The bottom line is that social smoking is not safe or healthy, and even a single cigarette is bad for you. Here then, we explore the social smoking risks and why quitting for good is the best thing you can do for your health. Read on to learn more and discover the health risks associated with the habit.
Social Smoker Definition
The definition of a social smoker is fairly clear, although there is no single figure that is defined medically when it comes to the number of cigarettes consumed. However, generally people describe themselves as social smokers when they:
- Only smoke with other smokers
- Only smoke in the evening
- Only smoke while drinking
- Only smoke on a night out
- Go long periods without cigarettes
Social smokers tend to smoke intermittently, and usually do not display the same kind of addictive behaviours as regular smokers. However, studies suggest that social smokers are addicted too1, following stable consumption patterns that represent chronic low-level consumption.
This definition differs from light smokers who smoke 10 or fewer cigarettes per day, since social smokers don’t light up on a daily basis. In both cases, despite these lower consumption levels, there are still plenty of health risks associated with consuming tobacco smoke.
The Dangers of Social Smoking
For social smokers, there are many dangers associated with the habit, and studies suggest that the risks of developing lung cancer, for example, for those who smoke fewer than 5 cigarettes per day are not substantially lower than those who smoke more than 20 a day2.
Perhaps more importantly, however, social smoking risks both your health and those around you and can have a severe impact on your mental wellbeing too. Combined, these factors mean that quitting social smoking today is the best thing you can do for your health and the health of your loved ones.
Here, we look a little deeper into the dangers of social smoking.
Social Smoking Health Risks
As with heavy smokers, there is a long list of health risks associated with light and social smoking, and in many cases, there is no lower risk of contracting these diseases or developing these conditions than for heavy smokers3. Health risks include:
- High blood pressure
- Heart disease
- Cardiovascular disease
- Cancer, including lung, oesophageal, stomach, and pancreatic cancer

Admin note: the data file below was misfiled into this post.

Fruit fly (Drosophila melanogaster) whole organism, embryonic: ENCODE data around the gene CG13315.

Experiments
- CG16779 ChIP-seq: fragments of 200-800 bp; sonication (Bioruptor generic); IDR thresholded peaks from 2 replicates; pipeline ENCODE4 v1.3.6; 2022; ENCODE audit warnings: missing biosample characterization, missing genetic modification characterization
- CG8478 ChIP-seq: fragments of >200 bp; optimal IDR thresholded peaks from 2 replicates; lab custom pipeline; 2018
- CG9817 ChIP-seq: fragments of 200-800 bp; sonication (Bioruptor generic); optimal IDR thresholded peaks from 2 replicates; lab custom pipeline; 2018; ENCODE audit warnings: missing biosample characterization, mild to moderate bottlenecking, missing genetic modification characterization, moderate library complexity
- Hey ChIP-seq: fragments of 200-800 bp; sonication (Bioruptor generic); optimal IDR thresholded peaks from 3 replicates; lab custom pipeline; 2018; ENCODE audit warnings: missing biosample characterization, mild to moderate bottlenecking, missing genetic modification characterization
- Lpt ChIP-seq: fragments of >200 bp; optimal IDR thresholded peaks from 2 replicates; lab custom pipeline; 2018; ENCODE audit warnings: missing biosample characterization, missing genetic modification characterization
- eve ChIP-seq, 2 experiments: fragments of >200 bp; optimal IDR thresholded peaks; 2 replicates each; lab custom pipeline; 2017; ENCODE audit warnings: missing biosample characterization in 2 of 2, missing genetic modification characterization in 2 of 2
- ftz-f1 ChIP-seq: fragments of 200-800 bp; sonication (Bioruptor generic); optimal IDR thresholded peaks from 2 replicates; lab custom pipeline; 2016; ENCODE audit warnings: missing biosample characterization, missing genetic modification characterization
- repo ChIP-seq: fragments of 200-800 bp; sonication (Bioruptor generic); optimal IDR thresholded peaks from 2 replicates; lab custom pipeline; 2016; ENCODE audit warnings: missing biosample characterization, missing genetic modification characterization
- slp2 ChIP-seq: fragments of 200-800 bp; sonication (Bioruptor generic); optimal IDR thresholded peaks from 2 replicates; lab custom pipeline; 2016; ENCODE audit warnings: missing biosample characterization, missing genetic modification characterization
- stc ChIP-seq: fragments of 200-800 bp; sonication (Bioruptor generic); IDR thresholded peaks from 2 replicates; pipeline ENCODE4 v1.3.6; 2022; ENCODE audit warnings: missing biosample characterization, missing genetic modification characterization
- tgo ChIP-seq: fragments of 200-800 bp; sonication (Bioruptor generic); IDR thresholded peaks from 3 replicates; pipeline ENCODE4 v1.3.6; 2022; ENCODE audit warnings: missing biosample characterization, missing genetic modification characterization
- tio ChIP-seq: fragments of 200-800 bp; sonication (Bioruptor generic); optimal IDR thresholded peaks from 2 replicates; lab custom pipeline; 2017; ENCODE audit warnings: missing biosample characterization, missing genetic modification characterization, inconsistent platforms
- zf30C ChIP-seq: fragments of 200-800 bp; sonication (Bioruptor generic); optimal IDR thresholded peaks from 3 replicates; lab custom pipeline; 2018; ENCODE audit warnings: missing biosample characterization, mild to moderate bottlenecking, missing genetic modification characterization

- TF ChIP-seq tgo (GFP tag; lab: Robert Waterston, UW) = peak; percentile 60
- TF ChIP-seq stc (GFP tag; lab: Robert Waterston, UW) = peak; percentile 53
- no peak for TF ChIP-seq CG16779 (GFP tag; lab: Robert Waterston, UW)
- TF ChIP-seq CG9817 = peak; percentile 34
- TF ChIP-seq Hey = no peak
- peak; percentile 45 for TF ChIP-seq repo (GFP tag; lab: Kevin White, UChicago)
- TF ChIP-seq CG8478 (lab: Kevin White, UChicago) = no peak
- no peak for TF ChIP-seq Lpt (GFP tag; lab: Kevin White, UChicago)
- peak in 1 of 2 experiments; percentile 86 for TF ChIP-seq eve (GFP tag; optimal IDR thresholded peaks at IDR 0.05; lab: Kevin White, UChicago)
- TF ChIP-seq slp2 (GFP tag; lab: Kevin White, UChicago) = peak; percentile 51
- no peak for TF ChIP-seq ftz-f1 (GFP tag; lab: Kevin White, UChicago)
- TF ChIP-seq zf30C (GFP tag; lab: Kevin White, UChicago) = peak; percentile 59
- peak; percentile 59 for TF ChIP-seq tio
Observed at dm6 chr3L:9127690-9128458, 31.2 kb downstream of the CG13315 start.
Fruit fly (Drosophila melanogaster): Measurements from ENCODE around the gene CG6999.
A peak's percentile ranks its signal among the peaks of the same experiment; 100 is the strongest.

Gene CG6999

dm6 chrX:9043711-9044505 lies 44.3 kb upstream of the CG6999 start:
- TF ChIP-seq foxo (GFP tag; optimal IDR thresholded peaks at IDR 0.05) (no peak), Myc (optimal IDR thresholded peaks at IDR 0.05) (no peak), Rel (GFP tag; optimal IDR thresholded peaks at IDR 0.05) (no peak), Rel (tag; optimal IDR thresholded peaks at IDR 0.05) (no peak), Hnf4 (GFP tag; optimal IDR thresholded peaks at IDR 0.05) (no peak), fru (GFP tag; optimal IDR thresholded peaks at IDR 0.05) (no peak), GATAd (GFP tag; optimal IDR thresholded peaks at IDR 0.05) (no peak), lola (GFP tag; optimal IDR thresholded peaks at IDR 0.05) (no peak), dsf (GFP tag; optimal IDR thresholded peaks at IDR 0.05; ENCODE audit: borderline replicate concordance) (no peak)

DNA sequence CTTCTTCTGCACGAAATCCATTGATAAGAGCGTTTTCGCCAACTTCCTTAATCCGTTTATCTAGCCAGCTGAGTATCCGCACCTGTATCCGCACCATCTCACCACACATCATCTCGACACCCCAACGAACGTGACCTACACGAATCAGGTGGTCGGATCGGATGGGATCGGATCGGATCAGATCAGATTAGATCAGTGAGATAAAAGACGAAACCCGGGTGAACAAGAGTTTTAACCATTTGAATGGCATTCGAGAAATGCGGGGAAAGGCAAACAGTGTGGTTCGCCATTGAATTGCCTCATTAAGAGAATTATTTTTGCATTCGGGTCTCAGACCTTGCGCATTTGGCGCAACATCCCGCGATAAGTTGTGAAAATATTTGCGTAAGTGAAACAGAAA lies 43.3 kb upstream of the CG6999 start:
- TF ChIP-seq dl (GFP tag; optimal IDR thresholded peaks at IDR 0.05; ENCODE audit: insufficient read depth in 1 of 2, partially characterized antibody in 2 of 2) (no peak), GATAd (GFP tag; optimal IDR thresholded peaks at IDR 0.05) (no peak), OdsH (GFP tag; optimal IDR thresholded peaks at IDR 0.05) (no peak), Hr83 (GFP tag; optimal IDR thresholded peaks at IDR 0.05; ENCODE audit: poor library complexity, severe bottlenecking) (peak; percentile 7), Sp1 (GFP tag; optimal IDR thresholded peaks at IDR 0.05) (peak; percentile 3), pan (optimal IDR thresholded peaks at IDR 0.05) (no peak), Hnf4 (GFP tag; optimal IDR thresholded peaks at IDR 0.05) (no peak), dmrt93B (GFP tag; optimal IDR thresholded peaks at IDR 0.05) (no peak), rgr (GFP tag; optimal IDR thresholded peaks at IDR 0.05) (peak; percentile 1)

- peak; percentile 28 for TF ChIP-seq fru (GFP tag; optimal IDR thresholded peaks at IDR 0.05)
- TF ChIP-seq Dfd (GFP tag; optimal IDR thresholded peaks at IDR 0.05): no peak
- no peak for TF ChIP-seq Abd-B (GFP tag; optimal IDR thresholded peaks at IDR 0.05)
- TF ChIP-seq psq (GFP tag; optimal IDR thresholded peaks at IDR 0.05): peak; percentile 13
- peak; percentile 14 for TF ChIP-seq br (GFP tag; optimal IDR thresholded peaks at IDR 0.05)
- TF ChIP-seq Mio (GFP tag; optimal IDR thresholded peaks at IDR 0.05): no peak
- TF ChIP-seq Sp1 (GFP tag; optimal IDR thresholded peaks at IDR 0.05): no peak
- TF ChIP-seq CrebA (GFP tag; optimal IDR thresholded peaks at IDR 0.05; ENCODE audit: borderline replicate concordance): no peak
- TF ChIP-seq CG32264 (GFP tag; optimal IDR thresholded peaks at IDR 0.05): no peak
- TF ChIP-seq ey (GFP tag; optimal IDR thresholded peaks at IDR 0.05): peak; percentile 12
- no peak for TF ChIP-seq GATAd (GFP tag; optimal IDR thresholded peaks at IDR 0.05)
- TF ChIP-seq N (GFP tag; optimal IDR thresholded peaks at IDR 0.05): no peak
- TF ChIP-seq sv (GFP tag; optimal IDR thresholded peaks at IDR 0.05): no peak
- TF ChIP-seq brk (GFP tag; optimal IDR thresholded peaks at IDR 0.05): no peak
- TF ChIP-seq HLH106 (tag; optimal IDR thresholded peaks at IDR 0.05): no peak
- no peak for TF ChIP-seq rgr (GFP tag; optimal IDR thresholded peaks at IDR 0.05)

- Respiratory tract infections
- Lower fertility
- Depressed immune system
- Lower quality of life.
The Illusion of Not Being Addicted
Many social smokers claim that they are not addicted to nicotine, however, this is often not the case. In fact, many people often claim to smoke less, and less often, than they do in reality, meaning social smokers are often under the illusion of not being addicted.
This illusion has the potential to push social smokers into the category of heavy smokers very quickly, particularly if you have many social occasions coming up where you would usually smoke. Additionally, it may lead to denial, with social smokers unwilling to admit they are addicted and subsequently not getting the help they need to stop social smoking.
In exactly the same way as a heavy smoker, secondhand smoke is a risk to your loved ones, including your group of “social smoking” friends! Secondhand smoke can lead to the following in non-smokers:
- Breathing problems
- Coughing, wheezing, asthma
- Heart disease
- Nasal sinus cancer
- Lung cancer
The only way to prevent others inhaling your smoke is to quit smoking entirely, as since cigarette smoke can travel long distances, even lighting up outside and in isolated areas has the potential to harm others.
How to Quit Social Smoking
Quitting social smoking is the best thing you can do for your long-term health and the health of those around you, and there are plenty of ways to start you smoke-free future today. Firstly, it’s a good idea to examine you smoking habits more closely,
- Keep a record of how many cigarettes you smoke in a day or week.
- Record the situations or events in which you usually smoke.
- Remember, secret smoking also counts, and being honest about your habits is the best way to quit stop social smoking.
Once you have an idea of how much, how often, when and where you smoke, you can explore how to quit social smoking for good. Contact your local NHS stop smoking service for more advice and support, consider using nicotine replacement therapy when you crave a cigarette, join a stop smoking group or ask your loved ones, and finally, avoid those situations where you are likely to smoke.
The good news is that social smokers often don’t experience the same kind of withdrawal symptoms as heavy smokers, however, if you do notice side effects or symptoms, refer to our stop smoking timeline to understand when they will pass. Additionally, speak to your local pharmacist or GP to discuss how NRT can help you on your stop smoking journey, and call the NHS Smokefree helpline for further support.